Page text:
Larry Mason writes that the unborn are not U.S. citizens. But U.S. law protects not only its citizens but all persons under its jurisdiction — citizens of other countries or of no country (stateless persons). So the real question is, “When does someone become a legal person?”
Most opposition to abortion is motivated by religious superstition. But even for those who think rationally — who don’t consider mythical entities such as gods and souls — the onset of legal personhood is debatable.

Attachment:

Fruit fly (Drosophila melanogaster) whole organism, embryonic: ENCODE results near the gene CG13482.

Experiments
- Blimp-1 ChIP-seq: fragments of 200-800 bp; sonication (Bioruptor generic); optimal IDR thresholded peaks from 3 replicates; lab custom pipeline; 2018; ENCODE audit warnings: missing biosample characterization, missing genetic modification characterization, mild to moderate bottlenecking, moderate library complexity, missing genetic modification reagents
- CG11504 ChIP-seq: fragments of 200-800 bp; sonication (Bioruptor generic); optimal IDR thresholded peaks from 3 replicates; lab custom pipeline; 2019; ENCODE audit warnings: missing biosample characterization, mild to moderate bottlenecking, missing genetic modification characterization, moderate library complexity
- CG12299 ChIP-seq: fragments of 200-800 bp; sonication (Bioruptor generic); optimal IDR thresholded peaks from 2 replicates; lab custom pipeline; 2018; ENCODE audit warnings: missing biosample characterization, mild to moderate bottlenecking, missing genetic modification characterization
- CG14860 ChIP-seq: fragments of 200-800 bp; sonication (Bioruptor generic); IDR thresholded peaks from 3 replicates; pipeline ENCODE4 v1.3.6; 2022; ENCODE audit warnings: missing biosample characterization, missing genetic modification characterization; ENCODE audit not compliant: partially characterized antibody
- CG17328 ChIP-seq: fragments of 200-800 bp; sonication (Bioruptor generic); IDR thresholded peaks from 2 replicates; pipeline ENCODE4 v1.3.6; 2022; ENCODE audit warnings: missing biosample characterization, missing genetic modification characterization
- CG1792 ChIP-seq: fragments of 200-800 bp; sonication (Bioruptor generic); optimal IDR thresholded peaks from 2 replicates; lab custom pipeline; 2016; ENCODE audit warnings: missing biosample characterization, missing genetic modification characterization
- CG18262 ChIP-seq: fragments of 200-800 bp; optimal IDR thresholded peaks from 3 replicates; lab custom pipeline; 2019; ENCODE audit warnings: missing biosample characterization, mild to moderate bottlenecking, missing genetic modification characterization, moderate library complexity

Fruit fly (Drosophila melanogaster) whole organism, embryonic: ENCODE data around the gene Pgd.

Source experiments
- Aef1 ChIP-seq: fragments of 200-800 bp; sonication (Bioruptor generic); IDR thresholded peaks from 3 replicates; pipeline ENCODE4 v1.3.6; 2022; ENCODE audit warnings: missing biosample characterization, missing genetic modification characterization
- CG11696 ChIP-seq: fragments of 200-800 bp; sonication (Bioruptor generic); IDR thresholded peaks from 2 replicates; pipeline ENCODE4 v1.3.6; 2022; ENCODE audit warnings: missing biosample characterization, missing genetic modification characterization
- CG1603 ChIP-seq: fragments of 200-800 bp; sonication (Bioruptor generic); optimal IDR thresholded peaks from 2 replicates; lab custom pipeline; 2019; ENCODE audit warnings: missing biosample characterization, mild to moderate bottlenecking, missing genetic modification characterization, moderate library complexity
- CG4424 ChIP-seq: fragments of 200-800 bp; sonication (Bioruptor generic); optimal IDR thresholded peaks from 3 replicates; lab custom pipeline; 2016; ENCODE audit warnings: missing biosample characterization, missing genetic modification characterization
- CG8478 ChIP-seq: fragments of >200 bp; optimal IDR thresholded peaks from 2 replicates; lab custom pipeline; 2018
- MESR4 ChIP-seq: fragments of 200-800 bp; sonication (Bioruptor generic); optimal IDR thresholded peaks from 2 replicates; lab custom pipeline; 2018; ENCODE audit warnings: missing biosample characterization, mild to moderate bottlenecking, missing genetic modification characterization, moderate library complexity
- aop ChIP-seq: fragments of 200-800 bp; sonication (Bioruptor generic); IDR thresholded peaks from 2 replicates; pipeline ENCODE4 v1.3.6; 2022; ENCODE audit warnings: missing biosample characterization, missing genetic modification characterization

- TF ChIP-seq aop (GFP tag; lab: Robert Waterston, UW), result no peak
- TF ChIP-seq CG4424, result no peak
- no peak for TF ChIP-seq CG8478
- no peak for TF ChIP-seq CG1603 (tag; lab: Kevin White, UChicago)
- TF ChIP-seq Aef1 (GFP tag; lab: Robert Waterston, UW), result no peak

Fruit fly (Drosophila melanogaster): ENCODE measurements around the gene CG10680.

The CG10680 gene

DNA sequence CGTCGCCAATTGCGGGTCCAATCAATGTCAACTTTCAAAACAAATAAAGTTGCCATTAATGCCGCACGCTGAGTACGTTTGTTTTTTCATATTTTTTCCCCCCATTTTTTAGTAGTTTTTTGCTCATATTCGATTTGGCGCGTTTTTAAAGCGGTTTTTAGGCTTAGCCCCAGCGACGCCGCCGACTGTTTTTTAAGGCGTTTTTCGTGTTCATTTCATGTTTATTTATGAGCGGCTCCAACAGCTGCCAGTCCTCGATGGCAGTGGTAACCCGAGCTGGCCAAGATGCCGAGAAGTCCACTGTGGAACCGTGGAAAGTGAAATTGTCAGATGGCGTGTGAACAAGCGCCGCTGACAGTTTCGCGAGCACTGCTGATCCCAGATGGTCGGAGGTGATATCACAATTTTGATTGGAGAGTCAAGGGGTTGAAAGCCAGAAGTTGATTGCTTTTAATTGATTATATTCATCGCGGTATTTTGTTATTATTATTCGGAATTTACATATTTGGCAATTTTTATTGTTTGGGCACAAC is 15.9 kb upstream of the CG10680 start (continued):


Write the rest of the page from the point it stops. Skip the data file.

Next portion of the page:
A fetus one day before delivery and a baby one day after delivery have almost identical physical, mental and emotional capabilities. For legal purposes, we definitely do need a bright line to designate the beginning of legal personhood. That point is not fertilization — a freshly fertilized egg is not a functioning individual human. But it’s not obvious at it’s birth, either.
A woman has the right to control her own body. She doesn’t have the right to kill a legal person living inside her body, if that is what, at some point, an unborn baby becomes. It’s neither an easy nor an obvious issue, no matter what either side claims.
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— George Michael Sherry,